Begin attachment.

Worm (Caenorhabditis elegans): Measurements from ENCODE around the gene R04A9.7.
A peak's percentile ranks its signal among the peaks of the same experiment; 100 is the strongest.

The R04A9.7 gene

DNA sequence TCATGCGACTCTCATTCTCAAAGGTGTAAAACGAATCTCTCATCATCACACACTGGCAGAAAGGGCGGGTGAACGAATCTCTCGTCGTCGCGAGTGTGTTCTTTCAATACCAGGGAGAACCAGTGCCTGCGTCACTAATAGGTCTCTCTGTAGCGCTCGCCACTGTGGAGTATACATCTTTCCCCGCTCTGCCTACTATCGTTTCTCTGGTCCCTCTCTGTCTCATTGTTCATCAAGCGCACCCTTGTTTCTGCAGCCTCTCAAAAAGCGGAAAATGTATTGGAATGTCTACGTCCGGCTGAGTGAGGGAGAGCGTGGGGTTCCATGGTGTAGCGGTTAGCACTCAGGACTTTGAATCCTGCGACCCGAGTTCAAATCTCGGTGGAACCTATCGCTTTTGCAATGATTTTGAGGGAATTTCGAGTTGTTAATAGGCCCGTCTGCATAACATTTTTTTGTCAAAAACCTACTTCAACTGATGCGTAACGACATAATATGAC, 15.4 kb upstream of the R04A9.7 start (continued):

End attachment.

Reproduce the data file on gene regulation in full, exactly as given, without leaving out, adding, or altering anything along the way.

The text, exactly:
Worm (Caenorhabditis elegans): Measurements from ENCODE around the gene R04A9.7.
A peak's percentile ranks its signal among the peaks of the same experiment; 100 is the strongest.

The R04A9.7 gene

DNA sequence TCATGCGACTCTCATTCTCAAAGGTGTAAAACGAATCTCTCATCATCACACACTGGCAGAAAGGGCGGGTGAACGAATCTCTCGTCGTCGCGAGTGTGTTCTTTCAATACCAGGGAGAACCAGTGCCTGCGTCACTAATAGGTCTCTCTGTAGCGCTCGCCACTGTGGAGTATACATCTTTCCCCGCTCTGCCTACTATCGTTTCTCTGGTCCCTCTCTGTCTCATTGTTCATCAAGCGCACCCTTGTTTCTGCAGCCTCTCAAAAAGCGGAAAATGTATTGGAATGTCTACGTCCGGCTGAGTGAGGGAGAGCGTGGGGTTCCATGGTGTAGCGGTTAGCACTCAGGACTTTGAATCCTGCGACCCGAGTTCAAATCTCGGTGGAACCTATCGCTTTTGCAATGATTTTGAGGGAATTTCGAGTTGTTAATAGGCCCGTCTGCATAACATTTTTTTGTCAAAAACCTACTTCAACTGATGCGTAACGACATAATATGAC, 15.4 kb upstream of the R04A9.7 start (continued):